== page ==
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John Mannone, Ryan Hemsley retain seats in Oceanside Sanitation District No. 7 election

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After a contentious race for two seats on the Oceanside Sanitation District No. 7 Board of Commissioners, John Mannone and Ryan Hemsley retained their seats when votes were counted Sept. 15.

Mannone, who had 784 votes, defeated challenger Nancy Baxter (597) for a five-year term, while Hemsley (1,036) overcame Dawn Veit (141) for a two-year term. Mannone will begin his second five-year term on the board, having been elected for the first time in 2015, while Hemsley will complete the final two years of commissioner Matthew Horowitz’s term after Horowitz stepped down from the board in January, citing conflicts with his job. Because Hemsley assumed office in the middle of the term, he had to run in order to finish it. He can then opt to run for a five-year term.

Mannone, an attorney, said he was pleased that voters supported him, and described Baxter as formidable, noting that she had solid ideas and the backing of many important people in Oceanside, including school board members and community group leaders.

“It really was a validation for the work I’ve done in the last five years,” Mannone said, “but credit has to go to all the people. It was just an incredible showing of regular people coming out and supporting a guy that’s been behind this community as a regular guy. I can’t even express my gratitude to all the people.”

Hemsley, a sheet metal worker in Queens and a member of Local Union 28, also expressed his appreciation for those who showed support. “I would like to thank the sanitation workers, the community, my friends, family and my sheet metal union Local 28 for coming out to vote,” he said.

Like most sanitation district elections, the race was heated on Facebook, and the incumbents said they were ready to move ahead and put the political warfare behind them. Baxter, who is a member of Oceanside Kiwanis and works in the Oceanside School District’s after-school program, and Veit, a bookkeeper, each ran for the first time.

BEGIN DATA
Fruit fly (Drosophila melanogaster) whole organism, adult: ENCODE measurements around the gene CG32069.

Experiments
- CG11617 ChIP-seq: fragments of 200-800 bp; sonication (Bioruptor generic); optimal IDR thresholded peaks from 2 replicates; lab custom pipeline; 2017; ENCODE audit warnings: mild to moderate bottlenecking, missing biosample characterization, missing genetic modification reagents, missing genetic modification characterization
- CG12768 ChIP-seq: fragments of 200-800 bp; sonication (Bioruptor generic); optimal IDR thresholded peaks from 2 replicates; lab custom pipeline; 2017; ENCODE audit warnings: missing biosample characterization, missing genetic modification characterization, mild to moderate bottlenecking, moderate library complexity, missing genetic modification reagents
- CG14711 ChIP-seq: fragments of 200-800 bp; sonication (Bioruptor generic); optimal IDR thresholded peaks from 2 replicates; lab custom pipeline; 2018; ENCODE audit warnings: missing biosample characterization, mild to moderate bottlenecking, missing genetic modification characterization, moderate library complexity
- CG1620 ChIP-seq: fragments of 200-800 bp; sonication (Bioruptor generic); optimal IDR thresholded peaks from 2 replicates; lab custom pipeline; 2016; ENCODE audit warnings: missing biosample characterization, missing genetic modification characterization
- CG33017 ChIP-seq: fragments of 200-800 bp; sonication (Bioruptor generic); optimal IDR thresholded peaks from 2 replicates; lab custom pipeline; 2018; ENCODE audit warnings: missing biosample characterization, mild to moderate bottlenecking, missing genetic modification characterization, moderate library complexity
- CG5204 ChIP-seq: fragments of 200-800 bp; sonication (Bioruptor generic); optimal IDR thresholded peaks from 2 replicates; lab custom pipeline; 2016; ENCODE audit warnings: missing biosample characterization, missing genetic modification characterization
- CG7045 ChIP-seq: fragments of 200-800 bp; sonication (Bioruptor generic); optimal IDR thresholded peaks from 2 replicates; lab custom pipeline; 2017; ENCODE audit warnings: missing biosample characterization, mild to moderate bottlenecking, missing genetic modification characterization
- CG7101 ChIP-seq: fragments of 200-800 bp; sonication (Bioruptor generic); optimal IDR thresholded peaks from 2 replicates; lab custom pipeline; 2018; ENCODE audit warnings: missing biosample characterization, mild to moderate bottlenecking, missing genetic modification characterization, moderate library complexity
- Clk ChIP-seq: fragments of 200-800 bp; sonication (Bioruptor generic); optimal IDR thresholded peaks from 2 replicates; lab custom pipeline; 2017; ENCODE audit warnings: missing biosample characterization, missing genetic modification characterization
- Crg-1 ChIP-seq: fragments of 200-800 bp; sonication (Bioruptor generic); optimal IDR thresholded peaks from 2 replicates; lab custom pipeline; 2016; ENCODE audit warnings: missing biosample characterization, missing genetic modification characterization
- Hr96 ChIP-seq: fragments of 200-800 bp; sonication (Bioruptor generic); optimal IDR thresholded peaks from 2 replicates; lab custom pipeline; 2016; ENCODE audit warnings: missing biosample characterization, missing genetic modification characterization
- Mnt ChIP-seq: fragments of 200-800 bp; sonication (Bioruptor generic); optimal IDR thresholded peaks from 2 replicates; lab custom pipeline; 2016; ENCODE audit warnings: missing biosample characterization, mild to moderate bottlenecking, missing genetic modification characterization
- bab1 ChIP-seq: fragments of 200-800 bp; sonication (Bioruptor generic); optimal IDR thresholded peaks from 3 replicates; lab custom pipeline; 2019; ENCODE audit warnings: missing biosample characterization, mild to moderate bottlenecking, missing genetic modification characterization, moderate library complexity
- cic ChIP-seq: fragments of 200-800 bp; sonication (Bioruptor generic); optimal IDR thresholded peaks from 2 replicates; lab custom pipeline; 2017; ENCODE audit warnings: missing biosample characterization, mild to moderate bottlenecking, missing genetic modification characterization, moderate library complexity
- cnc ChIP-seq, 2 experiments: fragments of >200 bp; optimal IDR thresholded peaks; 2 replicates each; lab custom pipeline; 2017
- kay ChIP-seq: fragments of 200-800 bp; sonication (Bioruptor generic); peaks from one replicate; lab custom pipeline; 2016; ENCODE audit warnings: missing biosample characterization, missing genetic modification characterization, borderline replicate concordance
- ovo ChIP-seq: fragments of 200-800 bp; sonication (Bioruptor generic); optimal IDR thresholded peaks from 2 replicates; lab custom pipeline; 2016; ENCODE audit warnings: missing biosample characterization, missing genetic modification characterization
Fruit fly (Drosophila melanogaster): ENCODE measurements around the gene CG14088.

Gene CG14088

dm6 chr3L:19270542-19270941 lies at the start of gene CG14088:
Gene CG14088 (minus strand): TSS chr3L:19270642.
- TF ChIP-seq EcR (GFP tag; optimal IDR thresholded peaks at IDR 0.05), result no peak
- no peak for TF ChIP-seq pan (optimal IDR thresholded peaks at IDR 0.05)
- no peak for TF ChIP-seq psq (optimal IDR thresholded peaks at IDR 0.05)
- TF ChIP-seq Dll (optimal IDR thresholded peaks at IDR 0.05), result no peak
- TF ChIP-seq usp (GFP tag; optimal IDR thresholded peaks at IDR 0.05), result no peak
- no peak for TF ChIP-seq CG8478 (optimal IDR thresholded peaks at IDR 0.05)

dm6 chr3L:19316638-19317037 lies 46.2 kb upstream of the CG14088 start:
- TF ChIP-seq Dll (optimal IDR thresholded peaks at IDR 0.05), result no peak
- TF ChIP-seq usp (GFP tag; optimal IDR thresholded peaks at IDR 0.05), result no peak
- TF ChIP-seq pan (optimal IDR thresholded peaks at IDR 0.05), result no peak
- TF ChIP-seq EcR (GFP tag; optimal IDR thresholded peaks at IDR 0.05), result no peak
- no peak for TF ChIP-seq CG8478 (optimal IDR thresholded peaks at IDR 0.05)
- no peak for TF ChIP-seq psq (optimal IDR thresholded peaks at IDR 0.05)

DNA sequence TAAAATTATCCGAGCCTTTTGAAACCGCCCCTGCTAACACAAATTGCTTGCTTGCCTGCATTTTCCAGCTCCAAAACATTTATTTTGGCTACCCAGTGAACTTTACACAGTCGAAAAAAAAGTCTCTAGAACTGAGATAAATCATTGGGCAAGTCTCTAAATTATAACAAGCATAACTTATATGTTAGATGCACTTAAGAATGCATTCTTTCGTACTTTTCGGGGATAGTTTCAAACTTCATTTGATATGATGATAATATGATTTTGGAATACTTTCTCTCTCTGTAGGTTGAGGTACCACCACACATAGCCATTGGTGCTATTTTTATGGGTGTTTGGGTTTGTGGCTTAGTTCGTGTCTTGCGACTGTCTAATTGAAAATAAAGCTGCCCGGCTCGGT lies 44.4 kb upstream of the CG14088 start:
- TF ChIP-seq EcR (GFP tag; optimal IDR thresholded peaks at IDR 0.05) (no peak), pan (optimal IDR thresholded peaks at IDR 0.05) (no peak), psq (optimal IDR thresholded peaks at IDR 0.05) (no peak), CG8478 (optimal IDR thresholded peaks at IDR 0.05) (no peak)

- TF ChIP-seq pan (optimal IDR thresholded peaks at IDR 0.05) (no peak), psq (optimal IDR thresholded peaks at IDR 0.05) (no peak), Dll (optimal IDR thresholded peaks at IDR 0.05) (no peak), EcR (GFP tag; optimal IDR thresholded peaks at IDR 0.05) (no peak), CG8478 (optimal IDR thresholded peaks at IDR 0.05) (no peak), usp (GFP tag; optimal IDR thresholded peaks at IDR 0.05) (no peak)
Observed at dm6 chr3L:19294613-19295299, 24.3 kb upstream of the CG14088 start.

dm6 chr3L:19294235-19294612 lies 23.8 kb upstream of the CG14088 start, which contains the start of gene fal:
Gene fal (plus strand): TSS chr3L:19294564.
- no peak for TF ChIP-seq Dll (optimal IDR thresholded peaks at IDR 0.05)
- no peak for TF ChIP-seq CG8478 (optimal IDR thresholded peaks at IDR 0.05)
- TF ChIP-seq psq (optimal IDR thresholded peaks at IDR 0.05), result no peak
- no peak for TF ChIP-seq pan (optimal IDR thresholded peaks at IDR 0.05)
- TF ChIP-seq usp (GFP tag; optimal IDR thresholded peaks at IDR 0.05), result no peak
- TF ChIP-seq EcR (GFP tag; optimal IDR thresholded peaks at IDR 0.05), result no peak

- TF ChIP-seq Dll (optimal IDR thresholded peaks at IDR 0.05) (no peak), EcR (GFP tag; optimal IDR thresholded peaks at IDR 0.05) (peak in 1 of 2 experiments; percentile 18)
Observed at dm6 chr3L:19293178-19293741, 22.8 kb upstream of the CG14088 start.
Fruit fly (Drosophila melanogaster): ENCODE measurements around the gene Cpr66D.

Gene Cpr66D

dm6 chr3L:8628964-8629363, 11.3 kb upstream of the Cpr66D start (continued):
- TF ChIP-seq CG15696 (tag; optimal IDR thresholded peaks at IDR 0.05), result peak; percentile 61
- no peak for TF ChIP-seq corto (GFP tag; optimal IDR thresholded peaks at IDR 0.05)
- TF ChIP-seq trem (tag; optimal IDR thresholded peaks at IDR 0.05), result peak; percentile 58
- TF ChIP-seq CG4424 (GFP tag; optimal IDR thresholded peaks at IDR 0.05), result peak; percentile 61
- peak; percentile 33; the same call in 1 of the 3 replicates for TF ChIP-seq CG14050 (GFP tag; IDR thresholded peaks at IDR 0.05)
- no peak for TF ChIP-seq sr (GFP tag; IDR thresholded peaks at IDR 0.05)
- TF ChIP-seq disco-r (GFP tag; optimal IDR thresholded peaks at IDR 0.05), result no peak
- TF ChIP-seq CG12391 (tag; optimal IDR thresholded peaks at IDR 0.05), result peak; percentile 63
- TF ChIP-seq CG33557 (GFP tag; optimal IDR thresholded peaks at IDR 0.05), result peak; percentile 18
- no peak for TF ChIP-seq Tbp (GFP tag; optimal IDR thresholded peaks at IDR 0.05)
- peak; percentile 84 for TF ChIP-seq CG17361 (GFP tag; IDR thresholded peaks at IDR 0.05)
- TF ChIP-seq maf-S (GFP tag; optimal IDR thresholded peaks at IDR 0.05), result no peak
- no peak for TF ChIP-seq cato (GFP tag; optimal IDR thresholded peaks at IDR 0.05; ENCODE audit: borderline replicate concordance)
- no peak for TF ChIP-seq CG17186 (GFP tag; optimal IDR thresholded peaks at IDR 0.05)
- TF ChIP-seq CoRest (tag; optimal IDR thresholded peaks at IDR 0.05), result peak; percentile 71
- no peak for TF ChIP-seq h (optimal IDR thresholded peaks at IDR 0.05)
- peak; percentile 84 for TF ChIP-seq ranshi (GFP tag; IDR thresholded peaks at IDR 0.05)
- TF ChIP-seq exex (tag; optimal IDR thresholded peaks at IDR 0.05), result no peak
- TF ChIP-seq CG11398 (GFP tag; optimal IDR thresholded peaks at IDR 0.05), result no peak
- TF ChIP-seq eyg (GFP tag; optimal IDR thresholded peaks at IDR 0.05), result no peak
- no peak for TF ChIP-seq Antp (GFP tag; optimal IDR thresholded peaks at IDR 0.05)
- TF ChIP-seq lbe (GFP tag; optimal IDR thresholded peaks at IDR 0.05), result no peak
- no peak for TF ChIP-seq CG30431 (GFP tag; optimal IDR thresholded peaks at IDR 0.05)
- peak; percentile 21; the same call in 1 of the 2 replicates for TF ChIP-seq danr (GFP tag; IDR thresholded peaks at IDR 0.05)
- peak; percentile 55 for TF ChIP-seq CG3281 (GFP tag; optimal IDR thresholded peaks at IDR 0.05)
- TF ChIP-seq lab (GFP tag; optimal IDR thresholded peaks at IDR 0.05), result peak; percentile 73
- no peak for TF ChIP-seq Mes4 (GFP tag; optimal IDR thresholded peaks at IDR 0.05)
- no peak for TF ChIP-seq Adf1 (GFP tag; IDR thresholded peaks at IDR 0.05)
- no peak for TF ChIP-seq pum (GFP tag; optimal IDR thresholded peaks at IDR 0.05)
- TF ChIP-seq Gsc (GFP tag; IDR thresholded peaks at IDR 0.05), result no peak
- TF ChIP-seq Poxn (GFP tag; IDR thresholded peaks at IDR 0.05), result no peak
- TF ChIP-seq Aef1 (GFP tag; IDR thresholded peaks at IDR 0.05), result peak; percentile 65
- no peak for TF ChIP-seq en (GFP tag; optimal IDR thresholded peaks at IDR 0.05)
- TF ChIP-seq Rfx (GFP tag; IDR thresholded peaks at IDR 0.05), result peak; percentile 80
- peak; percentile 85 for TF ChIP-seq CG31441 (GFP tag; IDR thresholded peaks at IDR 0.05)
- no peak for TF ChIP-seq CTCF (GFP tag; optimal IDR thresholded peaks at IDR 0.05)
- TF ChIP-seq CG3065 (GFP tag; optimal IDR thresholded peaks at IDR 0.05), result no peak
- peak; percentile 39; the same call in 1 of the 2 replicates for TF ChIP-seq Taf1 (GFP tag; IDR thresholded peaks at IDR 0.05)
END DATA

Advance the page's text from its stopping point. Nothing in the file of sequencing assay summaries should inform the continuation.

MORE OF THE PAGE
The polling place was sanitation headquarters on Mott Street, and Board of Elections representatives attended to ensure the election went smoothly. Because of the coronavirus pandemic, the number of people allowed in at a time was limited, masks were required, and social-distancing protocols were enforced.

Mannone said his goals going forward include continuing to cut taxpayer costs and fight corruption, and noted that the board has fixed many issues since he first ran in 2015.

“The times have definitely changed, and now Oceanside is coming out and voting for me, and now I’m pledging to continue to lower their taxes and continue to improve the service there,” he said. “. . . We inherited a district that vastly overtaxed the taxpayers for a long time. One of the goals is taking a little bit of that money and gradually putting it back to hold the taxes, and we’re going to continue that process.”

Hemsley said he ran again because he wanted to continue to make a difference.

“My goal in the future is to keep the workers healthy, just like we did during the pandemic, to keep everything in motion and to look out for the community as much as possible,” he said, “and to be as transparent as possible on the board.”

Board of Commissioners Chairman Austin Graff said that with election season over, the board would now look toward new projects, such as purchasing recycling pails to distribute to the community. Graff said the commissioners are sending bids out and will look for “the best and least expensive” option to purchase and distribute the cans to the entire community, one new pail per household. He added that the current recycling cans date back to the 1980s and have not been replaced in decades, despite many of them being broken or lost through the years.

Graff also said that the district has a fund balance of more than $5 million because, he said, past administrations overtaxed the community. He said the department is working toward using part of that balance to fund the new community-wide pails and continue to reduce its budget and cut taxes.

“We’re going to continue to provide great service to the community,” Graff said, “while keeping the taxes low.”

In keeping with that, the commissioners are waiting on the Town of Hempstead Board to approve the district’s $8.9 million 2021 budget, which will include a 1 percent tax cut for the community. Graff said he was hopeful that would happen by October.

As far as the election, Graff said he was pleased to continue to work with Mannone and Hemsley, and said that together with Commissioners Pat Doherty and Joe Samoles, they make a team. He said the commissioners were particularly united during the height of the pandemic, when they worked together to ensure that trucks and headquarters were deep-cleaned regularly. There was one positive Covid-19 case early on, Graff noted, but the commissioners and employees were careful to contain it.

“The most important things to keep the workers safe, keep Oceanside clean and do what we’re supposed to do,” he said, “Keep the garbage out of Oceanside.”